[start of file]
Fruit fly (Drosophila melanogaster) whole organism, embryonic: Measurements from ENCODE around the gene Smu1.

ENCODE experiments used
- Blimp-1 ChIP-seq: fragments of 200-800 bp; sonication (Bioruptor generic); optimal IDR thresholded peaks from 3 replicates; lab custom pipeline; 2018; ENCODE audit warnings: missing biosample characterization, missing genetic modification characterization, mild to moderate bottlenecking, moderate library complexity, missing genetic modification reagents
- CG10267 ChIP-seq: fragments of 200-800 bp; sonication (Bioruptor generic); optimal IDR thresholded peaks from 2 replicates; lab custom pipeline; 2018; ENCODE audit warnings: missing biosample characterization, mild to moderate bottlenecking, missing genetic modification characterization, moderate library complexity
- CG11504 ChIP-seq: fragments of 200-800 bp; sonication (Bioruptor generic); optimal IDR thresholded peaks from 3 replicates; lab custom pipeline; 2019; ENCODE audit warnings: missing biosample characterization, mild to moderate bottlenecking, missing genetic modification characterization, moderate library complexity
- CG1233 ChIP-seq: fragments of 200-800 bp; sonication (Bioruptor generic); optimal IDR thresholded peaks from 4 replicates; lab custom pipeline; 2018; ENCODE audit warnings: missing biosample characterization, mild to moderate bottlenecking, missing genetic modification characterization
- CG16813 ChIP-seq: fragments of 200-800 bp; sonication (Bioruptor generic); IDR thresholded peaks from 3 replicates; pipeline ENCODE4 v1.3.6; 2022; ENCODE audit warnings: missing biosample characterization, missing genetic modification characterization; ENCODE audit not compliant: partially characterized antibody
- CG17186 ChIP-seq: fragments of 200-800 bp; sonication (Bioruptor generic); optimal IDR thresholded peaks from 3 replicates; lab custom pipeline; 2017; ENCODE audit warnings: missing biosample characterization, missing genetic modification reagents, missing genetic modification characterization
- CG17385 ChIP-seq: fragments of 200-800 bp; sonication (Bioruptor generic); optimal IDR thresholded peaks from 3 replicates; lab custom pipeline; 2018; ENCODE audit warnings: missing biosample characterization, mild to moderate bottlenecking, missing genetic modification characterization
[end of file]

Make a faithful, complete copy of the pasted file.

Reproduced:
Fruit fly (Drosophila melanogaster) whole organism, embryonic: Measurements from ENCODE around the gene Smu1.

ENCODE experiments used
- Blimp-1 ChIP-seq: fragments of 200-800 bp; sonication (Bioruptor generic); optimal IDR thresholded peaks from 3 replicates; lab custom pipeline; 2018; ENCODE audit warnings: missing biosample characterization, missing genetic modification characterization, mild to moderate bottlenecking, moderate library complexity, missing genetic modification reagents
- CG10267 ChIP-seq: fragments of 200-800 bp; sonication (Bioruptor generic); optimal IDR thresholded peaks from 2 replicates; lab custom pipeline; 2018; ENCODE audit warnings: missing biosample characterization, mild to moderate bottlenecking, missing genetic modification characterization, moderate library complexity
- CG11504 ChIP-seq: fragments of 200-800 bp; sonication (Bioruptor generic); optimal IDR thresholded peaks from 3 replicates; lab custom pipeline; 2019; ENCODE audit warnings: missing biosample characterization, mild to moderate bottlenecking, missing genetic modification characterization, moderate library complexity
- CG1233 ChIP-seq: fragments of 200-800 bp; sonication (Bioruptor generic); optimal IDR thresholded peaks from 4 replicates; lab custom pipeline; 2018; ENCODE audit warnings: missing biosample characterization, mild to moderate bottlenecking, missing genetic modification characterization
- CG16813 ChIP-seq: fragments of 200-800 bp; sonication (Bioruptor generic); IDR thresholded peaks from 3 replicates; pipeline ENCODE4 v1.3.6; 2022; ENCODE audit warnings: missing biosample characterization, missing genetic modification characterization; ENCODE audit not compliant: partially characterized antibody
- CG17186 ChIP-seq: fragments of 200-800 bp; sonication (Bioruptor generic); optimal IDR thresholded peaks from 3 replicates; lab custom pipeline; 2017; ENCODE audit warnings: missing biosample characterization, missing genetic modification reagents, missing genetic modification characterization
- CG17385 ChIP-seq: fragments of 200-800 bp; sonication (Bioruptor generic); optimal IDR thresholded peaks from 3 replicates; lab custom pipeline; 2018; ENCODE audit warnings: missing biosample characterization, mild to moderate bottlenecking, missing genetic modification characterization